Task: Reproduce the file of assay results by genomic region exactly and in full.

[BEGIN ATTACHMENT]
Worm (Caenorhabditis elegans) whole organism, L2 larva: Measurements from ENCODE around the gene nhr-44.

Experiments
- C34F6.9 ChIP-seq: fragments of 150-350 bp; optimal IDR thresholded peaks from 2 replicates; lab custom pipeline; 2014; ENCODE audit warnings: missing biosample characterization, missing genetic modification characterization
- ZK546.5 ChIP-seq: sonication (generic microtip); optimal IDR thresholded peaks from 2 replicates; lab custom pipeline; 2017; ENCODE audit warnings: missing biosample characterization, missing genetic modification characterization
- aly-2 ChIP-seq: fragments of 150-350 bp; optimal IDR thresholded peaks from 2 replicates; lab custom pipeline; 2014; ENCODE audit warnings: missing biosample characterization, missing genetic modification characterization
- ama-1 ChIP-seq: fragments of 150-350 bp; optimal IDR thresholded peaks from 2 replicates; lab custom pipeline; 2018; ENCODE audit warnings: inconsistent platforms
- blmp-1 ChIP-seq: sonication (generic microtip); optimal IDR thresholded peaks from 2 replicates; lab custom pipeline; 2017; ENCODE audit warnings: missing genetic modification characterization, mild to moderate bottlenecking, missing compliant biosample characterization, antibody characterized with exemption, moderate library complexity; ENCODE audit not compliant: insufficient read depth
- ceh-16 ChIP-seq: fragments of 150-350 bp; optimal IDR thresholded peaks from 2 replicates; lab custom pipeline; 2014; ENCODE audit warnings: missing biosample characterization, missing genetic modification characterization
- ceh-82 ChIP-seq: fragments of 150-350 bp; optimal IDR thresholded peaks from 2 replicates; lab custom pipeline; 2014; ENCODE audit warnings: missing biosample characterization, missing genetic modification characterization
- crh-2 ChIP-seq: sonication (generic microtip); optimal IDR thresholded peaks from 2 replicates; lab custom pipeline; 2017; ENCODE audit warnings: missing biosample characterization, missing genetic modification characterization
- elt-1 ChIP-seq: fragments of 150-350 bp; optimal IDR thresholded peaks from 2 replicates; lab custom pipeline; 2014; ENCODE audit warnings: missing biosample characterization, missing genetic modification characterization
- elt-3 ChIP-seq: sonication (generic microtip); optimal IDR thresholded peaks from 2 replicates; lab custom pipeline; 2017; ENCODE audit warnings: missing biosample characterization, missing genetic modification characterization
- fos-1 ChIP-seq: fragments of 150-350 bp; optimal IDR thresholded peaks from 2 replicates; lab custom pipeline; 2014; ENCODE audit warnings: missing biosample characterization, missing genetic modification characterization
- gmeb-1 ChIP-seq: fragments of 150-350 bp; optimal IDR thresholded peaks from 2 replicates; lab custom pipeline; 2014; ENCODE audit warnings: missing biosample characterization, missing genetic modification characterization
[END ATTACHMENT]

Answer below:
Worm (Caenorhabditis elegans) whole organism, L2 larva: Measurements from ENCODE around the gene nhr-44.

Experiments
- C34F6.9 ChIP-seq: fragments of 150-350 bp; optimal IDR thresholded peaks from 2 replicates; lab custom pipeline; 2014; ENCODE audit warnings: missing biosample characterization, missing genetic modification characterization
- ZK546.5 ChIP-seq: sonication (generic microtip); optimal IDR thresholded peaks from 2 replicates; lab custom pipeline; 2017; ENCODE audit warnings: missing biosample characterization, missing genetic modification characterization
- aly-2 ChIP-seq: fragments of 150-350 bp; optimal IDR thresholded peaks from 2 replicates; lab custom pipeline; 2014; ENCODE audit warnings: missing biosample characterization, missing genetic modification characterization
- ama-1 ChIP-seq: fragments of 150-350 bp; optimal IDR thresholded peaks from 2 replicates; lab custom pipeline; 2018; ENCODE audit warnings: inconsistent platforms
- blmp-1 ChIP-seq: sonication (generic microtip); optimal IDR thresholded peaks from 2 replicates; lab custom pipeline; 2017; ENCODE audit warnings: missing genetic modification characterization, mild to moderate bottlenecking, missing compliant biosample characterization, antibody characterized with exemption, moderate library complexity; ENCODE audit not compliant: insufficient read depth
- ceh-16 ChIP-seq: fragments of 150-350 bp; optimal IDR thresholded peaks from 2 replicates; lab custom pipeline; 2014; ENCODE audit warnings: missing biosample characterization, missing genetic modification characterization
- ceh-82 ChIP-seq: fragments of 150-350 bp; optimal IDR thresholded peaks from 2 replicates; lab custom pipeline; 2014; ENCODE audit warnings: missing biosample characterization, missing genetic modification characterization
- crh-2 ChIP-seq: sonication (generic microtip); optimal IDR thresholded peaks from 2 replicates; lab custom pipeline; 2017; ENCODE audit warnings: missing biosample characterization, missing genetic modification characterization
- elt-1 ChIP-seq: fragments of 150-350 bp; optimal IDR thresholded peaks from 2 replicates; lab custom pipeline; 2014; ENCODE audit warnings: missing biosample characterization, missing genetic modification characterization
- elt-3 ChIP-seq: sonication (generic microtip); optimal IDR thresholded peaks from 2 replicates; lab custom pipeline; 2017; ENCODE audit warnings: missing biosample characterization, missing genetic modification characterization
- fos-1 ChIP-seq: fragments of 150-350 bp; optimal IDR thresholded peaks from 2 replicates; lab custom pipeline; 2014; ENCODE audit warnings: missing biosample characterization, missing genetic modification characterization
- gmeb-1 ChIP-seq: fragments of 150-350 bp; optimal IDR thresholded peaks from 2 replicates; lab custom pipeline; 2014; ENCODE audit warnings: missing biosample characterization, missing genetic modification characterization